Friday, November 12, 2010

Why Painting is Like Golf...Part 1

My husband plays golf, and in his library of golf instruction manuals is a little gem that I have read from cover to cover... more than once.

The book is about playing golf well and the author David Graham, has an impressive golf record with many wins, including: an Australian Open , a PGA title, a US Open title and career earning of over 4 million dollars. (I have never heard of him). It is called: Mental Toughness Training for Golf.

I have no intention of taking up golf -  I did try to play on one occasion many many years ago - but frankly, I can't see the appeal. I am certainly not short of reading material, I very seldom read a book a second time, so what is it that appeals to me about this innocuous little book.

Let me take you through it:

Chapter 1: Learning from My Personal Struggle 

 Skip that for now - move on. 

Chapter 2: Why is Golf So Hard?

Bear with me you non-golfers - this will all make sense in a bit... 

Graham says
"What makes golf so challenging, so maddeningly difficult? How can the game turn you inside out emotionally, make you feel euphoric one minute and completely frustrated the next? Why is it so easy on some days and impossible on others?"
Sound familiar?

You're getting this now, aren't you?....For 'Golf' substitute 'Painting' ...

Why is Painting so hard, so challenging, so maddeningly difficult? How can you feel euphoric one minute and completely frustrated the next...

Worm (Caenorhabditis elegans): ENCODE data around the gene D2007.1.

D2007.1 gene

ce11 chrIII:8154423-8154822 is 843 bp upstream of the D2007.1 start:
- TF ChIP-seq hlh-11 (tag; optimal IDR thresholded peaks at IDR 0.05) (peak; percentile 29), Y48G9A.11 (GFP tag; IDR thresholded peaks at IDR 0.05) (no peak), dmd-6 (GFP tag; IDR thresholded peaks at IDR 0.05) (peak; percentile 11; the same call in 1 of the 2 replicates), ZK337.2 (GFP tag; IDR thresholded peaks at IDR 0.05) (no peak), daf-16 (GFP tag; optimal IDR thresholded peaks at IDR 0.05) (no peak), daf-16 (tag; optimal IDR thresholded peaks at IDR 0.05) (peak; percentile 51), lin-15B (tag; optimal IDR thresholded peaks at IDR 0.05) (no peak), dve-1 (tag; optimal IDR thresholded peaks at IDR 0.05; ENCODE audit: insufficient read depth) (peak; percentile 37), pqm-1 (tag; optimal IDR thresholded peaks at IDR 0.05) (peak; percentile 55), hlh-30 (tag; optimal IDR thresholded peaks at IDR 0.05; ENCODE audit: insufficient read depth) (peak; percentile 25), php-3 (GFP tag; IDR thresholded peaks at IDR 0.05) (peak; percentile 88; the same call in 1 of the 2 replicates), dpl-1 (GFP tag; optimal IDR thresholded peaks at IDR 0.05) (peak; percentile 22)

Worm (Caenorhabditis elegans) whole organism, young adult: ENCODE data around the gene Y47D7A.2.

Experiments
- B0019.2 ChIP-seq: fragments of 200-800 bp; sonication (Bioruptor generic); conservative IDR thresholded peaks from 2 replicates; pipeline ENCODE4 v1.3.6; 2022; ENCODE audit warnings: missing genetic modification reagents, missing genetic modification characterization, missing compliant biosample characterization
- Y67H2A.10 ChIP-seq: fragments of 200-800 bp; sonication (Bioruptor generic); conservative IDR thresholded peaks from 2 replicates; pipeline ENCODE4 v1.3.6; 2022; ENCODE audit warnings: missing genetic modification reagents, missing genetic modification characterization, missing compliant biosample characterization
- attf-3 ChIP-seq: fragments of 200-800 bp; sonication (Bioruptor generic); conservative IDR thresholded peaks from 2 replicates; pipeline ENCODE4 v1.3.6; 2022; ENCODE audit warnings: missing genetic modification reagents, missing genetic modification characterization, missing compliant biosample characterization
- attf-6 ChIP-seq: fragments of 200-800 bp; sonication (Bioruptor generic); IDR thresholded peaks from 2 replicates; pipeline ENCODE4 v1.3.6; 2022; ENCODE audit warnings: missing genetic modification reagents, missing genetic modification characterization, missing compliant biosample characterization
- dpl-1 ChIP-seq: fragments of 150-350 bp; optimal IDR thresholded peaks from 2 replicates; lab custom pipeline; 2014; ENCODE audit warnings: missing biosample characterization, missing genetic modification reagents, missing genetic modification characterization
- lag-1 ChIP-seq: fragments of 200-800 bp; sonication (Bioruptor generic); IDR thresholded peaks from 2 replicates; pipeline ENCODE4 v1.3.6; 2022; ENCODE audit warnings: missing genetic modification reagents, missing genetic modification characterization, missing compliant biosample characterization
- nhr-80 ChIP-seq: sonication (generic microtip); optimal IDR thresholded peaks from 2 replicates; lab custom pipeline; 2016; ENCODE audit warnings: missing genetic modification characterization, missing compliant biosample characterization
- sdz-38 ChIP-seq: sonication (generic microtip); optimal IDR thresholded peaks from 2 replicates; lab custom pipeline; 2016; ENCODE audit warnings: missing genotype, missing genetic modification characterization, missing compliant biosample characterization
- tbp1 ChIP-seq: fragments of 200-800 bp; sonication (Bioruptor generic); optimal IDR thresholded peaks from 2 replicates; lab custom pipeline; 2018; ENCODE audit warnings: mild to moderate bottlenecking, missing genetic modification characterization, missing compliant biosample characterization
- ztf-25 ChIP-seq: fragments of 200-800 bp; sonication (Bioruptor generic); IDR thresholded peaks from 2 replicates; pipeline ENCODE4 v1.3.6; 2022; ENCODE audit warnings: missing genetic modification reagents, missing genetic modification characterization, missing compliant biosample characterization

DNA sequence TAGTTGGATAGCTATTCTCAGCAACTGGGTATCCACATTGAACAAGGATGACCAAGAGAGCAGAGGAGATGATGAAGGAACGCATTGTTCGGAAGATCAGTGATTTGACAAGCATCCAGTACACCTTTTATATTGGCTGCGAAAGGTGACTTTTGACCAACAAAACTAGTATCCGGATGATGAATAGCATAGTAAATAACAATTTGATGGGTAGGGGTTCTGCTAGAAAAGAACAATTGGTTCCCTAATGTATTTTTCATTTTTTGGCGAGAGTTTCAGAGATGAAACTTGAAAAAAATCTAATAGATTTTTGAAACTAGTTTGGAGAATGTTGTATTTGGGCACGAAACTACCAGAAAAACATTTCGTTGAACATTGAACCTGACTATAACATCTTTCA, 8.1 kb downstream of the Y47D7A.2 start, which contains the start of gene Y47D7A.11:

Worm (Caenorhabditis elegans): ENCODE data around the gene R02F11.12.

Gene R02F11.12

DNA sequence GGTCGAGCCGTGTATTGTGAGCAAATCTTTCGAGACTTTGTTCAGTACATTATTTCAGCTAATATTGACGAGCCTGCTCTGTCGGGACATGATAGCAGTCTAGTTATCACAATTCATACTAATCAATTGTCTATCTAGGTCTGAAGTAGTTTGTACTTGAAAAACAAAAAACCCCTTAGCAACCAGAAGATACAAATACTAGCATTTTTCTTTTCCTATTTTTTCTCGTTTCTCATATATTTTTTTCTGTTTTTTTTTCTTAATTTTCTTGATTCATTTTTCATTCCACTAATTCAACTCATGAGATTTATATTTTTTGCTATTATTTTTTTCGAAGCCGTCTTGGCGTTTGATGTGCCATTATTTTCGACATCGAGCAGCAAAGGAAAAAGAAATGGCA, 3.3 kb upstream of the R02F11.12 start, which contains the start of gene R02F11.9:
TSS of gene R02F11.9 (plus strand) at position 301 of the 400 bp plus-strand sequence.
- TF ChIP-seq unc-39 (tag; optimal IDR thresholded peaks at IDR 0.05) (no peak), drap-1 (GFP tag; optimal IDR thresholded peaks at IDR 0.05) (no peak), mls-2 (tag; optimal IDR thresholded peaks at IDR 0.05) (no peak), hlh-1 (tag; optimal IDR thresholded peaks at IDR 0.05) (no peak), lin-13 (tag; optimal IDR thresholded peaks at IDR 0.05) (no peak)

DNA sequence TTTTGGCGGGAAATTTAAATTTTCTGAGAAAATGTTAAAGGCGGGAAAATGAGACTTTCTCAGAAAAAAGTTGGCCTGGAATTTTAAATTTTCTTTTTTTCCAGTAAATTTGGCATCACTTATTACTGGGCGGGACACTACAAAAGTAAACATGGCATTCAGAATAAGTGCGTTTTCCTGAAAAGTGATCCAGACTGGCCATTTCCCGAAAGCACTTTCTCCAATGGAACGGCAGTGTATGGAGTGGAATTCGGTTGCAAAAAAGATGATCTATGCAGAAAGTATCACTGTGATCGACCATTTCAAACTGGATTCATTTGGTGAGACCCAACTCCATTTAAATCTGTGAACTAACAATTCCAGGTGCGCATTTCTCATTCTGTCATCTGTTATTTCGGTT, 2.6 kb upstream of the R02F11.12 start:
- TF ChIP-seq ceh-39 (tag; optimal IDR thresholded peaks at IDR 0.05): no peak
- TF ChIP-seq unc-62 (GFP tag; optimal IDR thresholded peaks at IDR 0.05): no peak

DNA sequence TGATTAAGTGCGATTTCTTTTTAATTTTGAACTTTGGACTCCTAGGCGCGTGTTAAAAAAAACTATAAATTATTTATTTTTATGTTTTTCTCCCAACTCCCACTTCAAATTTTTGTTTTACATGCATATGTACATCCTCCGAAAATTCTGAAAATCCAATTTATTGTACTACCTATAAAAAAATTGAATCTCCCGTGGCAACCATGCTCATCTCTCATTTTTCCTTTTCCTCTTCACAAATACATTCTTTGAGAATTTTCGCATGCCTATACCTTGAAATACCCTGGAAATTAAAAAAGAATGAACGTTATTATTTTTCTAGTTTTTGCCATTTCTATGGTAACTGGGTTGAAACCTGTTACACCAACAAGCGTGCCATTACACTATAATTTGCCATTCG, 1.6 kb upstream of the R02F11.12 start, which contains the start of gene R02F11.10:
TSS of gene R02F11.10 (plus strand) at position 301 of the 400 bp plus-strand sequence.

"The answer, I feel, lies in the nature of the game. It is impossible to master...As I see it, amateurs would benefit by understanding how difficult the game is. It is hard for them to accept bad shots, tough luck, slumps and the slowness with which they improve. They get discouraged. They scold themselves. They take it out on family and friends. Sometimes they quit playing altogether." 

Can you see why I was hooked?


Graham says that it is important to

  • recognise the inherent difficulty of golf (in our case, painting) and to learn how to respond with enthusiasm and determination. 
  • When you can identify the different ways that golf (painting) works on you emotionally and psychologically, then you can move on to the more advanced techniques for acquiring mental toughness that he discusses in the book.


So, difficulty number one:

Golf is time consuming - uh, I mean - Painting is time consuming

And because it takes so much time, there is plenty of time to think, and not all of that thinking is productive or helpful. So here are 4 strategies to manage that time - straight from the golf pro:

1. Keep your emotions in check

The first pitfall related to time, is the tendency to experience extreme highs and lows. Ideally you should remain on an even keel regardless of how the painting session is going. Don't get despondent if the brush strokes won't fall in the right place, or the colours are getting muddy - chin up! Keep going. Sometimes you need to work through a difficult patch to get to a better place.

2. Maintain your inner rhythm

Golfers (and other professional athletes ) have pre-shot routines, deliberate repetitive actions that they perform each time they are about to make a shot. The pre-shot routine sharpens focus, enhances rhythm and loosens tension in the body. 

Now it may seem silly to suggest that an artist should adopt a pre-shot routine, but chances are that you already have one without realising it. I find that setting my paints out not only prepares my equipment for painting, but it prepares my mind for the task at hand too. It is one of the small repetitive actions that I take to help me get my creative juices flowing.

In her excellent book The Creative Habit, acclaimed choreographer, Twyla Tharp talks about the importance of establishing 'rituals of preparation':